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Civil War Harper's Weekly, March 19, 1864

Harper's Weekly was the most popular news source during the Civil War. The paper was read by millions of Americans during the war, and is popular today among historians and serious students of the War. Browsing this collection will allow you to develop a more complete understanding of the Civil War.

(Scroll Down to See Entire Page, or Newspaper Thumbnails below will take you to the page of interest)


General Custer

Kilpatrick's Raid

Kilpatrick's Raid

Sherman in Tennessee

General Sherman's March in Tennessee

General Kilpatrick

General Kilpatrick Biography

Lookout Creek

Lookout Creek

Sanitary Fair Cartoon

Map of the Rebellion

Map of the Rebellion

Huntsville, Alabama

Huntsville, Alabama






MARCH 19, 1864



(Previous Page) the Harpers--the work by which Thackeray first fairly made his mark in literature. The illustrations are from his own sketches, and are as characteristic as the text. It is well known that the illustrations to all of Thackeray's writings are to a greater or less extent from his own drawings ; but of late years he was too busy with the pen to often do more with the pencil than furnish bare hints to the artist. But in " Vanity Fair," produced when he had leisure, the drawings are wholly his own. They show that he might have succeeded in attaining the first object of his ambition—that of being the illustrator of Dickens's works.

"The Wife's Evidence," by W. G. Wills, forming the last number (240) of " Harper's Library of Select Novels," is a story of very decided interest.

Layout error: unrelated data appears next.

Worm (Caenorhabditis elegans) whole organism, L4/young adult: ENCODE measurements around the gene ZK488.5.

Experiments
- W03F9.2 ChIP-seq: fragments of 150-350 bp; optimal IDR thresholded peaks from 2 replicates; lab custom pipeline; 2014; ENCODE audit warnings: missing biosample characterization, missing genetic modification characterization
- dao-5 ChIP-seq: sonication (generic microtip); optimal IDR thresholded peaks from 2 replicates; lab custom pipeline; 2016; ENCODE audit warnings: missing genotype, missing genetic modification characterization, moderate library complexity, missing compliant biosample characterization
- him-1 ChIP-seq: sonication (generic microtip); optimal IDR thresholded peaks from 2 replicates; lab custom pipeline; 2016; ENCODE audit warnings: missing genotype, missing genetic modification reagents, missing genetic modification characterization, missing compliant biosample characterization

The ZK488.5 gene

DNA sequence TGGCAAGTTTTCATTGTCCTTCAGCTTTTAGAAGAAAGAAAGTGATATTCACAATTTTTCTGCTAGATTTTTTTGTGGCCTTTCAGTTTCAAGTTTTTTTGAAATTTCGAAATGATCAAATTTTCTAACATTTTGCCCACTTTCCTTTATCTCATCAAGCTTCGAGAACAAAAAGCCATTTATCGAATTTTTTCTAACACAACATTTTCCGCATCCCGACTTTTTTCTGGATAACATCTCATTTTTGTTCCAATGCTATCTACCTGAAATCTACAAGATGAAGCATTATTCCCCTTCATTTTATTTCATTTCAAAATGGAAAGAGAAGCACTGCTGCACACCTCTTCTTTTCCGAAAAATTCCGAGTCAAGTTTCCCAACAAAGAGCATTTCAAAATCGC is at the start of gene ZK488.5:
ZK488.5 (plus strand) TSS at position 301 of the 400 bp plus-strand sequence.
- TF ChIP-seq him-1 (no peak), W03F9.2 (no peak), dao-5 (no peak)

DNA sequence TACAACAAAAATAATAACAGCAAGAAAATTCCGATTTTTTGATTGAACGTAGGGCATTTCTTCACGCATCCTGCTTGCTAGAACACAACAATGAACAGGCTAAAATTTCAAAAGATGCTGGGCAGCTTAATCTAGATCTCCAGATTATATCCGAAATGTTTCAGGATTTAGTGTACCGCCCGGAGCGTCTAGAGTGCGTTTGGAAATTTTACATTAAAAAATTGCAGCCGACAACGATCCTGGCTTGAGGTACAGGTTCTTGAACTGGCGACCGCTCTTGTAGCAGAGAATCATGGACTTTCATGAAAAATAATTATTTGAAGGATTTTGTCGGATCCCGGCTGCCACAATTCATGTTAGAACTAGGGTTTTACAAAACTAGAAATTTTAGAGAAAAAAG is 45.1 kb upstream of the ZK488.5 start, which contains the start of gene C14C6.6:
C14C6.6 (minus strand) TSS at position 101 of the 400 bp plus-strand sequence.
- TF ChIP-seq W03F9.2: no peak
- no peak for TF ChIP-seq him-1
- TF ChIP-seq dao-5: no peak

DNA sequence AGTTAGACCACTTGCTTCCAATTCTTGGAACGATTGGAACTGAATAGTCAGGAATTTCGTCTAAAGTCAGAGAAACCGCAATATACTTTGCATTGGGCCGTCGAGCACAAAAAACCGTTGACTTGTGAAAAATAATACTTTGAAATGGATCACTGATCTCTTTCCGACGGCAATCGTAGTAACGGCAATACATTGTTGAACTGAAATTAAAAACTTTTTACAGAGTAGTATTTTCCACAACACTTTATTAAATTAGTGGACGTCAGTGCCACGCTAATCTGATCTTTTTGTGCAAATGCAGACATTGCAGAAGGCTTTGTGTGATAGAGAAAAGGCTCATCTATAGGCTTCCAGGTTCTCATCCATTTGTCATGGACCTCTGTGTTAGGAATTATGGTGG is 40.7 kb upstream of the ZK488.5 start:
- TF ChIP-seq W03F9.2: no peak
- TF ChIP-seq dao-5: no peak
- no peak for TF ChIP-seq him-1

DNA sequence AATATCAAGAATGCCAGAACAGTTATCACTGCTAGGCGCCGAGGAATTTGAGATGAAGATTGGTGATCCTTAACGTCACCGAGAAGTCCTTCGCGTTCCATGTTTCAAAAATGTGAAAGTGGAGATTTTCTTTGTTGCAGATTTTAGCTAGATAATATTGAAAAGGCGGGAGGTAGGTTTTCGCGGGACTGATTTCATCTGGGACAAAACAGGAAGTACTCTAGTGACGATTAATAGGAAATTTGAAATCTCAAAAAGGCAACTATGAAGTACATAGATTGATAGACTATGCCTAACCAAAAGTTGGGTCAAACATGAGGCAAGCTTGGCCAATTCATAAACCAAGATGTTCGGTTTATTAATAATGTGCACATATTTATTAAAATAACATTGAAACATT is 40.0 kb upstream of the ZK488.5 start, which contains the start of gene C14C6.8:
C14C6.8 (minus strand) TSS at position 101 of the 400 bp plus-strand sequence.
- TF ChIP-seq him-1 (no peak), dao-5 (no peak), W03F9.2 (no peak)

The new edition, revised and enlarged, of Mr. Calvert Vaux's "Villas and Cottages; a Series of De-signs prepared for Execution in the United States," is well worthy the attention of every man who pro-poses to build a house which shall be something more than a mere shelter—a home. It contains a series of designs, with plans of interior arrangements, ranging from the humblest log-cabin of the settler up to the village house, suburban villa, and city mansion of the man of larger means and more varied wants; from the country school-house to the stately church. The designs are so carefully pre-pared and fully worked out that any man who pro-poses to build can select one suited to his needs and means, and can fairly approximate to its cost. To our mind the most notable feature of this book is the proof which it presents that comfort and privacy may be secured in a dwelling erected at the most moderate cost, as well as in those of higher pretensions.


IT was not a scold, nor a cuff, nor a kick,

The wound of a sword, nor a blow from a stick, A shot from any sort of a gun

That ever was forged beneath the sun,

A fall from a horse, nor a bite of dog; A burn from a torch carried out in a fog, That made me ache confoundedly

Just where a gentleman's heart should be.

It was not a plaster, nor lotion, nor draught, Homeopath practice, or Allopath craft, Nor any description of patent pill,

That ever was pounded to cure or kill:

Nor the cure for nerves that are running to seed--A sedative puff of the fragrant "weed," That cured my pain. 'Twas a smile for me Just where a pretty girl's lips should be.

For my heart had been aching for many a day, And my mind full of trouble and sorrow; I vowed that I never would see her again, But haunted her steps on the morrow.

I worded my friends and neglected my work, Was horribly jealous of stupid young Smirk, In short, was a nuisance to hear or to see, Just as a fellow in love should be.

Well ! well ! it's all over, my smile I got,